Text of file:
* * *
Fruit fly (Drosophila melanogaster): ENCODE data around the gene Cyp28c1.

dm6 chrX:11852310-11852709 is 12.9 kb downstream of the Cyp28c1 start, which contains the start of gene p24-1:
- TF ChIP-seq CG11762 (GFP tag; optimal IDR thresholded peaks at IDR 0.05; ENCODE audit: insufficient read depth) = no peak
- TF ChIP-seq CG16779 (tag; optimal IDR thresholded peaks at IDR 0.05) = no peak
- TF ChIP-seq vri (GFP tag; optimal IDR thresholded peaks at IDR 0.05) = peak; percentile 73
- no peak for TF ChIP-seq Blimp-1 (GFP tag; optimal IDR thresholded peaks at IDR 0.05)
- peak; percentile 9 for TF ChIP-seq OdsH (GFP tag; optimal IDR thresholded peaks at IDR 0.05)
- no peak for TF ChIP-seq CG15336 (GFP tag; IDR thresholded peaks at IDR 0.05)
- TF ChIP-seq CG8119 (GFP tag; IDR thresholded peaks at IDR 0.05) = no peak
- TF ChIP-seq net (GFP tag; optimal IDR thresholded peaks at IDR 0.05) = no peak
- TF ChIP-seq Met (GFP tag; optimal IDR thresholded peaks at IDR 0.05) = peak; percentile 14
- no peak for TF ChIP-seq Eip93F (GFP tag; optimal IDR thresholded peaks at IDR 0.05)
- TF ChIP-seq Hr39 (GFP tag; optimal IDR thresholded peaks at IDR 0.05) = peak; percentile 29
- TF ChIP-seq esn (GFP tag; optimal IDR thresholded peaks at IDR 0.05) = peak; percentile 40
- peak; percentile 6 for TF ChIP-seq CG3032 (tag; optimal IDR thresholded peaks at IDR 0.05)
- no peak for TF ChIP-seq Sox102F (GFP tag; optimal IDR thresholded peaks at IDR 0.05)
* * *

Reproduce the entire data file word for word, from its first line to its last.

Fruit fly (Drosophila melanogaster): ENCODE data around the gene Cyp28c1.

dm6 chrX:11852310-11852709 is 12.9 kb downstream of the Cyp28c1 start, which contains the start of gene p24-1:
- TF ChIP-seq CG11762 (GFP tag; optimal IDR thresholded peaks at IDR 0.05; ENCODE audit: insufficient read depth) = no peak
- TF ChIP-seq CG16779 (tag; optimal IDR thresholded peaks at IDR 0.05) = no peak
- TF ChIP-seq vri (GFP tag; optimal IDR thresholded peaks at IDR 0.05) = peak; percentile 73
- no peak for TF ChIP-seq Blimp-1 (GFP tag; optimal IDR thresholded peaks at IDR 0.05)
- peak; percentile 9 for TF ChIP-seq OdsH (GFP tag; optimal IDR thresholded peaks at IDR 0.05)
- no peak for TF ChIP-seq CG15336 (GFP tag; IDR thresholded peaks at IDR 0.05)
- TF ChIP-seq CG8119 (GFP tag; IDR thresholded peaks at IDR 0.05) = no peak
- TF ChIP-seq net (GFP tag; optimal IDR thresholded peaks at IDR 0.05) = no peak
- TF ChIP-seq Met (GFP tag; optimal IDR thresholded peaks at IDR 0.05) = peak; percentile 14
- no peak for TF ChIP-seq Eip93F (GFP tag; optimal IDR thresholded peaks at IDR 0.05)
- TF ChIP-seq Hr39 (GFP tag; optimal IDR thresholded peaks at IDR 0.05) = peak; percentile 29
- TF ChIP-seq esn (GFP tag; optimal IDR thresholded peaks at IDR 0.05) = peak; percentile 40
- peak; percentile 6 for TF ChIP-seq CG3032 (tag; optimal IDR thresholded peaks at IDR 0.05)
- no peak for TF ChIP-seq Sox102F (GFP tag; optimal IDR thresholded peaks at IDR 0.05)